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by Andreas Hale
3 May, 2006@12:00 am
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     About a decade ago, a young Todd Smith spoke candidly to “Yo! MTV Raps” about his disgust with “pop rap.” Fast forward to 2006 and LL Cool J embodies the very “pop rap” that he so viciously dismissed on television. Apparently muscles and girly hooks are far superior to needing a beat, a radio or even being advised by your mother to knock somebody out. LL Cool J’s emcee skills have been rapidly vaporizing away, while his body has buffed up (obviously the equivalent of a “rapping steroid” if you will). His albums have only stayed afloat via sex appeal and a catchy hook or two. But credit should be given where credit is due, LL is still in the game (no matter how schmaltzy he has become) and with a video used as a marketing tool for his clothing line, it just makes sense in this age of image over talent. With this comes probably his lowest of low albums…album #12…Todd Smith.
 
     “Two decades and ain’t a damn thing changed” LL says on the uber cheesy “Favorite Flavor” with the assistance of Mary J Blige. Obviously LL is delusional with this statement as the completely overdone “All Night Long” sample is driven into the mud. There are a few things that scare the hell out of you with this album. The fact that every track except for one has a guest and 9 of the 13 are of the R&B variety should concern even the most diehard LL fan. If that doesn’t crap on your spirits then maybe songs like “Preserve the Sexy” and “Down the Isle” will cause you to blow chunks all over your stereo. I know, usually LL comes correct at least one time to remind us of why he was dope in the first place. Nope kids, not this time. His bullshit attempts at “street anthems” fall on deaf ears as “It’s LL and Santana” (corny ass title) featuring Juelz Santana  and “What You Want” featuring Freeway are flat out feeble in approach. LL’s stalker anthem “I’ve Changed” is downright atrocious and by the time you reach the end you wonder “What the fuck is wrong with LL!?!?”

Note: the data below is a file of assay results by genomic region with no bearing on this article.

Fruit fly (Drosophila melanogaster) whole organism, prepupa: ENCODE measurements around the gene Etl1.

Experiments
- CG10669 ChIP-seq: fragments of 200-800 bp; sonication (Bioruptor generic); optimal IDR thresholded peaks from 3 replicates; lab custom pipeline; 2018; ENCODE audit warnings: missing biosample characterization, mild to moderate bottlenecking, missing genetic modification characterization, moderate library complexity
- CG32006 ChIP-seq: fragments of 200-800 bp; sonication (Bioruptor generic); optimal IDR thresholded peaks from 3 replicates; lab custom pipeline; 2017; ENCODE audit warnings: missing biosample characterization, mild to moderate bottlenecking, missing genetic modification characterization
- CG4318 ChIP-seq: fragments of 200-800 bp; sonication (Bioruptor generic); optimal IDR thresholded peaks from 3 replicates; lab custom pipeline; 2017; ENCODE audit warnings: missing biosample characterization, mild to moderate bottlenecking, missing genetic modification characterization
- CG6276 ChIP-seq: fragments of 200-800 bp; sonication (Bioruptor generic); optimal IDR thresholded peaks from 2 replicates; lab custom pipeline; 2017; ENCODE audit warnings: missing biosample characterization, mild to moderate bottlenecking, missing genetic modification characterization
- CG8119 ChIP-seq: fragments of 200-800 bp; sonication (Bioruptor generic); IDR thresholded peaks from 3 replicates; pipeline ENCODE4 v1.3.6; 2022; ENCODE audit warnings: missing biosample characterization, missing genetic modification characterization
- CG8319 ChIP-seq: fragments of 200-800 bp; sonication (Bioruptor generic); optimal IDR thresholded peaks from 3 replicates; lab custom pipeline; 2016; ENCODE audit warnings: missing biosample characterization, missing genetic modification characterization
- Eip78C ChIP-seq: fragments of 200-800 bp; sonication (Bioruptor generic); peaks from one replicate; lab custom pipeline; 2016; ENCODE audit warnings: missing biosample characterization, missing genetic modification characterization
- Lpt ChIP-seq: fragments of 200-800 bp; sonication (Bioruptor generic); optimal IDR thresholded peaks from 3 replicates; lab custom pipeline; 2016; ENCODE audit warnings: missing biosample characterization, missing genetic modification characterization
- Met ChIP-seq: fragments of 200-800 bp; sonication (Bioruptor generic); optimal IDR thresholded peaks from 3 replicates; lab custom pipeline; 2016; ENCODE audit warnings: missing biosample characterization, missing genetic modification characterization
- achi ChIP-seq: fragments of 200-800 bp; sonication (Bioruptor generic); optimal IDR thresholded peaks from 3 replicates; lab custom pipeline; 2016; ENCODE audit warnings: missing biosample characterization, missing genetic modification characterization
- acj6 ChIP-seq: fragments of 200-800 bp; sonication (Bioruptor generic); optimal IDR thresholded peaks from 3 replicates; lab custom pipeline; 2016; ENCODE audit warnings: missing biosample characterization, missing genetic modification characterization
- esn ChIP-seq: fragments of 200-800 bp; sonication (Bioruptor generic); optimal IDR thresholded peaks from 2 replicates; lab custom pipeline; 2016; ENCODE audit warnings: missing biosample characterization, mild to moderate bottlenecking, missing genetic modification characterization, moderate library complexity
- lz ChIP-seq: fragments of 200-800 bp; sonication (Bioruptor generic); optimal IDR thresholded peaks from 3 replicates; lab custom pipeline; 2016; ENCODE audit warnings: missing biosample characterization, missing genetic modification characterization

The production gets no better. With the Trackmasters holding down the bulk of the production, this album feels like every crappy radio song you’ve heard…only 5 years too late. Even the Neptunes and Scott Storch gifts should have been given back because they both must have came from the same $.99 bin. Overused samples, syrupy hooks and the all inclusive cheese element completely ruin this album.
 
    Sorry folks…There’s just nothing good to say about this album. The fact that “two actors that are trying to rap” is the feeling I got from “Control Myself” should have been enough to say that his run is really over didn’t really hit home until this album ended. Unless you plan on using his pictures to motivate your weightlifting, leave that shit on the shelf. Don’t waste a blank CD on this one.

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